I was born in 1984. Glass ceilings were being established, and bras had stopped burning. My mom wore shoulder pads, huge rose-colored rim glasses, and worked in one of the largest accounting firms in my hometown. She had an AA degree and a car she had paid for all on her own. She also waited to get married until she was 28 (gasp!)
When I was born, my mom took all of six weeks off, because that is all California disability insurance would pay. When she returned to work, she pumped in the bathroom, because doing it in her cubicle was “unsightly.”
Our family arrangement was a little nontraditional; my dad did all the cooking and most of the housework when he was home. When he was at work, I went to daycare. It worked for them.
Four years later my brother was born, and the arrangement quickly changed. My dad was out of work, so daycare was no longer affordable on one income. My mom felt like she was missing out, so she quit. With her severance, and my dad’s unemployment, she bought a personal computer, pillaged some filing cabinets and a desk from my grandparents’ garage, and set up an office in our home.
The church, Eastern Star ladies, friends, family, and new small businesses were fair game in her hustle. Soon she had a self-sustaining tax and payroll business with steady customers in the community. The local newspaper did an article about her business and home life, and how she balanced it all. The picture of her at her desk, in front of a small IBM computer with my brother in blue terrycloth footies on her lap is still mounted on a wall in her office.
After about six years my brother and I were both in school full-time, and my mom had enough customers to move her business out of our home. She hired a secretary, another mother she knew who needed work. In the years since, she’s kept at it, and last year’s tax season she did taxes for 610 clients. Her current business location shares an office space with her brother, who also started his own business. Her staff includes my cousin’s husband and a stepmom. It is not uncommon to see a baby sleeping in a playpen or a toddler doodling on a coloring book at an open conference table. She hands out onesies emblazed with “Mommy and Daddy’s Little Tax Deduction” to clients with new babies.
My mom never missed a recital or school play. She was the leader of my Girl Scout troop, and made an Annie Oakley outfit for my third grade history project. She went to every one of my brother’s basketball games. Did she make dinner often? Definitely not. Was our house immaculate? Only before my grandparents came over. Did I ever think my mom was overwhelmed or tired? Not that I recall.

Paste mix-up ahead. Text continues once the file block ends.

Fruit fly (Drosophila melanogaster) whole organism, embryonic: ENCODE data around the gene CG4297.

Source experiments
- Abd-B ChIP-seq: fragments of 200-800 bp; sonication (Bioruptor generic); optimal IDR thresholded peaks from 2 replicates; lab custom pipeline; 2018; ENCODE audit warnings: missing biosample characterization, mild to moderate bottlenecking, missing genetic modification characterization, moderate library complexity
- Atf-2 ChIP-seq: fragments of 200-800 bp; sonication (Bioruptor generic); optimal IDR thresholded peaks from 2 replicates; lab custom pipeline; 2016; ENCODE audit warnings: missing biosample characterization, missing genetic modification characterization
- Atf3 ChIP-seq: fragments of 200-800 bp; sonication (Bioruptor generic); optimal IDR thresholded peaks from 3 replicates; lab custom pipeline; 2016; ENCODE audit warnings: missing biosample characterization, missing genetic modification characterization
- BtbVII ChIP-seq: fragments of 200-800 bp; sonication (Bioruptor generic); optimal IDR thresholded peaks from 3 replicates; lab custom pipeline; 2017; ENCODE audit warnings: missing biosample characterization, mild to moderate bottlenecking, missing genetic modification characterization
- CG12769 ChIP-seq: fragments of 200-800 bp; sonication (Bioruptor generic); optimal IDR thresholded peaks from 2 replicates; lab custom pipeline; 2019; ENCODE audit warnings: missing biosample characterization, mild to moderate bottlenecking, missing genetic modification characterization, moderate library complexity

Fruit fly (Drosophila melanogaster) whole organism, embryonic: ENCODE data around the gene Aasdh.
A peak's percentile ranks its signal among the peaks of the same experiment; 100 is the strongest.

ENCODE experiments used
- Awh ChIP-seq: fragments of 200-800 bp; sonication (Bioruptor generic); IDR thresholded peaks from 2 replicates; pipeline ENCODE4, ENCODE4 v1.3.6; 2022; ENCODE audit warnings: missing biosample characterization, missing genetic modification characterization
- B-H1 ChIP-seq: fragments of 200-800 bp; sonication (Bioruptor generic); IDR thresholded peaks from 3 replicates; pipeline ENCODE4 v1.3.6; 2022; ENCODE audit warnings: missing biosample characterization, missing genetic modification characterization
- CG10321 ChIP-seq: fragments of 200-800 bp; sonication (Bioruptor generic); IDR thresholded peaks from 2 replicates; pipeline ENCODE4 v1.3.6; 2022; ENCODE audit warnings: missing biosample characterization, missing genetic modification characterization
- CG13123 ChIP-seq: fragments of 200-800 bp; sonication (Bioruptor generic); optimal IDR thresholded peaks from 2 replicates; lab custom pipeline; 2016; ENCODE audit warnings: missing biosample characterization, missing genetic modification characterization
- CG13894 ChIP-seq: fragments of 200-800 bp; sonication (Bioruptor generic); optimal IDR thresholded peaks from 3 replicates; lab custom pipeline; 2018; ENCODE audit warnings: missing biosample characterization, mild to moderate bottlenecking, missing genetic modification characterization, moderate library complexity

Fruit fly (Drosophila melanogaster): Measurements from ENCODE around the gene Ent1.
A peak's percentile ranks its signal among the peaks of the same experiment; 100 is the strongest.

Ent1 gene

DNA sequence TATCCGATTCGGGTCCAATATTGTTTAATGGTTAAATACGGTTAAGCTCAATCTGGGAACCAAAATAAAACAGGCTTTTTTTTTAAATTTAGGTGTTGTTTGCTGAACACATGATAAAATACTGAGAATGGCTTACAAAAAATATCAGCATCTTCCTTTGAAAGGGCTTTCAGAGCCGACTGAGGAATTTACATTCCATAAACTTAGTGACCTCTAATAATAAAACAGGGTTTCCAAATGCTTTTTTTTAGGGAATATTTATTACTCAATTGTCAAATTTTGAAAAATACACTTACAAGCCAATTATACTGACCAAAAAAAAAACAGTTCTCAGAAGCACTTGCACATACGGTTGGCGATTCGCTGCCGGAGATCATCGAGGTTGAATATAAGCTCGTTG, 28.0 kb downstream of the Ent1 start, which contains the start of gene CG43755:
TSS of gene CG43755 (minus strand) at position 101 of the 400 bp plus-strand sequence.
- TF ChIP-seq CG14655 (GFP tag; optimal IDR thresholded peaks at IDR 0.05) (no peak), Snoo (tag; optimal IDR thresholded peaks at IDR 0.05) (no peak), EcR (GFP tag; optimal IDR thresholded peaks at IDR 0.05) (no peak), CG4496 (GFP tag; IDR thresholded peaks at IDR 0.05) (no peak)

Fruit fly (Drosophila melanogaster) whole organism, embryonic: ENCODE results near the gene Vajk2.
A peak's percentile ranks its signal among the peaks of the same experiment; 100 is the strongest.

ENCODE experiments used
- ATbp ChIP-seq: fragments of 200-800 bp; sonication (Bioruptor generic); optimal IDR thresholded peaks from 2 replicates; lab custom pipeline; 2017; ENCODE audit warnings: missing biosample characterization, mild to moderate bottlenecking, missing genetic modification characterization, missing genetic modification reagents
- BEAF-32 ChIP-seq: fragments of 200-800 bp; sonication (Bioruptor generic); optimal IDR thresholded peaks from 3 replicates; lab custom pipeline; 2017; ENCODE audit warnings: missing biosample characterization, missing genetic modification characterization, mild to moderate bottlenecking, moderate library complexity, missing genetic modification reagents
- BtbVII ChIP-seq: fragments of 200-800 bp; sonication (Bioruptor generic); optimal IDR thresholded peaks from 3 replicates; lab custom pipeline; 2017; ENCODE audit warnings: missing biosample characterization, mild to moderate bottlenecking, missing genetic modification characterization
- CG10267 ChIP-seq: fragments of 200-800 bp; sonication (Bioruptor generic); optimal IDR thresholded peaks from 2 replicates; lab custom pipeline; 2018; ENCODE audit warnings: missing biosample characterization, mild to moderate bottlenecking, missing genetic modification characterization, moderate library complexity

The presence of cell phones, social media, and Google has made things both easier and maddening today. To be a small business owner now means 24/7 availability to your customers and responsibilities. It is a blessing and a curse; I can work at any hour of the day if I choose to. I can reach clients and be a part of the social construct without even taking off my yoga pants. This was not an option in 1988.
As I sit on the edge of a new business venture, balancing life with two children under the age of three and no family nearby, I often panic. I fear it’s too much and that I can’t do it. I think about how hard it is to carve out time to work on business items, or even shower. I worry about buying healthy groceries for my family on a single income budget. I worry whether or not I’m doing it right.
Pinterest tells me I should be craftier. Facebook posts tell me I’m parenting wrong and inflicting lasting damage. Our house is dusty, and I still haven’t finished taking down the wallpaper that was here when we moved in over a year ago. I worry that I’ve been out of the workforce for too long, that I leaned too far out, so far that I’ve fallen and I can’t get up.
So I do what any self-respecting, 30-something should do, I cry and call my mom. And she always says the same thing, which calms my hysteria.
“Are the girls fed and clothed?”
“Then you’re doing it right, and you’re doing the best you can with what you have right now.”
I didn’t have a traditional stay-at-home mom model; she was more Murphy Brown than June Cleaver. I don’t envy the path my mom had to take back then. But when I think about it, it isn’t all that different from the path many of us are now choosing to take (minus the shoulder pads). Our current social climate says that we should be able to do it all, just like it was telling women in the 80’s. Society says that you have to be successful in the workforce, and then come home and be an amazing wife and mother; that your children should never know it is hard or that you are struggling to find balance.
Society pits us against one another, constantly fueling the so-called mommy wars, so that we never band together and say, “enough already!” We all want the same things: time to bond with our babies and not be punished at work, the ability to balance job and home responsibilities, and the desire to not feel crushed by the pressure to do it all perfectly. There is no perfect, there is just what you are doing right now, the best you can with what you have.
Sarah Suhrstedt is a mother to two fiery girls, and the owner of her own private childbirth education and labor coaching business, SMART Birth services. When she isn’t chasing her girls or teaching the importance of squats in pregnancy, she is rushing after her two labradors and dreaming of the beach!